When James Bommarito ticks off the list of things his dad, Vince, pioneered in the St. Louis restaurant scene, it stops you in your tracks. Tableside service, wine lists, valet parking, crumbers, wine glasses preset on tables, closing on Mondays — so many facets of the way St. Louisans dine out that are taken for granted as "just the way it is" can be traced back to his father's innovations. Even the baked potato.
"We were the first restaurant that brought the baked potato to St. Louis," Bommarito says. "He couldn't get anyone to eat it because people thought sour cream and chives wouldn't be to their liking. Eventually, he changed the name to crema and chives so people would try it, and it worked."
The details of fine dining aside, there is no denying the broad impact the late Vince Bommarito and his iconic restaurant, Tony's, had — and continues to have — on St. Louis dining. The gold standard against which all other restaurants are judged, Tony's has become shorthand for food and beverage elegance, occupying a special place in the hearts and minds of St. Louis diners in a way that no other restaurant does. With international acclaim and numerous accolades under its belt, including the Mobil 5 Star and AAA Four Diamond Awards, it's taken for granted that Tony's always was, is and will continue to be the city's undisputed beacon of fine-dining.
If there's one person who doesn't take Tony's status for granted, it's James Bommarito. Now captain of the storied ship, Bommarito is in charge not only of the restaurant's day-to-day operations but of his father's legacy. It's a duty he does not take lightly, considering how hard his dad worked to create such a world-class property from its roots as a humble spaghetti house, beginning when he was just a teenager.
"Really, this all started in 1949," Bommarito says. "My grandfather had passed away, and my dad had to look for something to do for a living. My grandfather had owned this building that had a kitchen in it, but it was more of a billiards room and cigar shop. My dad didn't really want to do that, so he asked his mother if he could open a restaurant. She was a little reluctant at first and was going to sell the building, but he managed to talk her into it."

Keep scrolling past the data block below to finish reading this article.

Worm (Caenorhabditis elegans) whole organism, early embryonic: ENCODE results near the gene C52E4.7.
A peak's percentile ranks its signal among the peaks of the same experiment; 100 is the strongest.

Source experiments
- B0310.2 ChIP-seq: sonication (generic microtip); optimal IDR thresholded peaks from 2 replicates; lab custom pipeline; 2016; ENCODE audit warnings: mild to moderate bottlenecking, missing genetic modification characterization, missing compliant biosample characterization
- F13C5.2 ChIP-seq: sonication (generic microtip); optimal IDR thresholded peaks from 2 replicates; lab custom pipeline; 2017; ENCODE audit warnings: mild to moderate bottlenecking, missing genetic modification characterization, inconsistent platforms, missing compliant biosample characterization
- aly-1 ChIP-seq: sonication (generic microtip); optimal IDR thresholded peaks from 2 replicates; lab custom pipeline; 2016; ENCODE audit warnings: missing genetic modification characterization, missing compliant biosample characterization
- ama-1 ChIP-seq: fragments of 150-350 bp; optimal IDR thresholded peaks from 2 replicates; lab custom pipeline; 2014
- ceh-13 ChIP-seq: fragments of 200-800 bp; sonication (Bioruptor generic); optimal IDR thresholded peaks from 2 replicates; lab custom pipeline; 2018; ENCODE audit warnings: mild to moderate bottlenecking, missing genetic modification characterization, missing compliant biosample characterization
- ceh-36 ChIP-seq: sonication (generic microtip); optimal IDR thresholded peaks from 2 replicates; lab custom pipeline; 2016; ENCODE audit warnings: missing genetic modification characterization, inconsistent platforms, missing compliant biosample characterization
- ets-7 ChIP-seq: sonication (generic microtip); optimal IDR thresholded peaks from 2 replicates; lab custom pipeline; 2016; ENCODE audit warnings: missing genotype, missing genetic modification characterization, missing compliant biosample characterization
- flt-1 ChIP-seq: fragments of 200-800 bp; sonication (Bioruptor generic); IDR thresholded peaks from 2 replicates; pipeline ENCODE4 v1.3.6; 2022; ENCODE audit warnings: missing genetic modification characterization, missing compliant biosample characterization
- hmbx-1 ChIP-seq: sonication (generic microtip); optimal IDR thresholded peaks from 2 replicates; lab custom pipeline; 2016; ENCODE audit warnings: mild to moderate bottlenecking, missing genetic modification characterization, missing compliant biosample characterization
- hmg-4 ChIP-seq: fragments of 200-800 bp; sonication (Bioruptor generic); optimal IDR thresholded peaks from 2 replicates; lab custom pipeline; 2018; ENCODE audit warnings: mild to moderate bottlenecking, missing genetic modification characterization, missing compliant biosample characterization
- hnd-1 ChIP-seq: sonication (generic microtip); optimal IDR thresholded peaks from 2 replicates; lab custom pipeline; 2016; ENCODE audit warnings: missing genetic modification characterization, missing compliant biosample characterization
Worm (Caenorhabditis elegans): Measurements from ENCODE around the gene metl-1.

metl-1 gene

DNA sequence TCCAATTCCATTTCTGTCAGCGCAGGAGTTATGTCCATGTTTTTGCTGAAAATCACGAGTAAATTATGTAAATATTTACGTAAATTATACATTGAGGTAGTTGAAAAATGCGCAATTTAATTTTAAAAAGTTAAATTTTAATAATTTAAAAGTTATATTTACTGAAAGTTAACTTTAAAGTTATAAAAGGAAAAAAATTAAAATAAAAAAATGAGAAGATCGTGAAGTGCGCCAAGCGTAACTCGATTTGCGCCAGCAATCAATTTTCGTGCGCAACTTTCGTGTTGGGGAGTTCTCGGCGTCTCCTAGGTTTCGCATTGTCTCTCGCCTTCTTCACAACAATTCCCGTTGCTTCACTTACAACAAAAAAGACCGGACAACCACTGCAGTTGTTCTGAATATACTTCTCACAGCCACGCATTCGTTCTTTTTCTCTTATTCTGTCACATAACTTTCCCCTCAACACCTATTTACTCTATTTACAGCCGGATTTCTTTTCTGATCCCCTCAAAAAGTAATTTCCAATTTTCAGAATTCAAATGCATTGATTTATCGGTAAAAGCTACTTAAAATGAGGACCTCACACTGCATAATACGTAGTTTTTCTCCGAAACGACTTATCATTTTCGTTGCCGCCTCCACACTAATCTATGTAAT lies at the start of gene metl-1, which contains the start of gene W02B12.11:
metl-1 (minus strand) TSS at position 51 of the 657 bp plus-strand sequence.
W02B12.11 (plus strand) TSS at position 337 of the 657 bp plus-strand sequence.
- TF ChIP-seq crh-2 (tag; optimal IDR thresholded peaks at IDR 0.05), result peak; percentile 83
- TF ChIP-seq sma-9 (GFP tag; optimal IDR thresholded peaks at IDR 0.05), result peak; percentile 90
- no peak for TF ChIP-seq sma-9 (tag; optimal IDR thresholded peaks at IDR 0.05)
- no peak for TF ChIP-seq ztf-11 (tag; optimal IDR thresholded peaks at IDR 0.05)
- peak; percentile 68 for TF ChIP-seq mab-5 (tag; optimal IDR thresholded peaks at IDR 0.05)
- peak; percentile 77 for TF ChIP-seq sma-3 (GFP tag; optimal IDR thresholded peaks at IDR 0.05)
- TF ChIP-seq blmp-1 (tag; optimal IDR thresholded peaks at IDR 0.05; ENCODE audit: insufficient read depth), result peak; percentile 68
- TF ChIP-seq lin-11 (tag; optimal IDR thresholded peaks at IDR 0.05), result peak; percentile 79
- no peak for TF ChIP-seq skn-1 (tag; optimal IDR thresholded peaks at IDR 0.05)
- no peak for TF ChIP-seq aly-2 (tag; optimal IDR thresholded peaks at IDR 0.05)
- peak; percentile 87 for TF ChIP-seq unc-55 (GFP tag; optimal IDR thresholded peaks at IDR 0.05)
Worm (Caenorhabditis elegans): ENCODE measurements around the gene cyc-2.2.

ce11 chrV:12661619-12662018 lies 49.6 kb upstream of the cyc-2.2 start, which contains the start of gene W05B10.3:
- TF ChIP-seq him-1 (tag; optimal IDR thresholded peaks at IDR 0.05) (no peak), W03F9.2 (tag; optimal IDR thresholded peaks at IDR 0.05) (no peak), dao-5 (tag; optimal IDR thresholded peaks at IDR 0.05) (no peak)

At the time, the elder Bommarito was a senior at St. Louis University High School, so he enlisted the help of his aunts and uncles to run the restaurant during its breakfast and lunch service while he worked with his teachers to get his schoolwork done by noon. This went on for about six months until he graduated and went into the business full time. Even at that young age, and without experience in the hospitality industry, Vince had big dreams of having the finest Italian restaurant in town, so he traveled around the city, and eventually the country, visiting restaurants that were better than his and picking up ideas on how he could improve.
Over time, those experiences helped him elevate Tony's from a red-and-white-checkered-tablecloth breakfast, lunch and dinner spot called Tony's Spaghetti House into an increasingly elegant, high-end evening affair. He eventually renamed the restaurant Tony's Steak House to reflect the change, and ultimately dropped the latter part to simply Tony's, a name he felt reflected a more formal experience. By the 1960s — due in part to the restaurant receiving a prestigious award — his dream of having the best restaurant in the city was coming true.
"It was a struggle for him," Bommarito says. "Getting started and not knowing anything about the business and learning the hard way was difficult, but he was totally dedicated and had a vision to have the best restaurant in St. Louis. Sooner than later, he had the best Italian restaurant in the entire U.S. and one of the best in the world. He had this intense pride and was going to do whatever it took to be the best."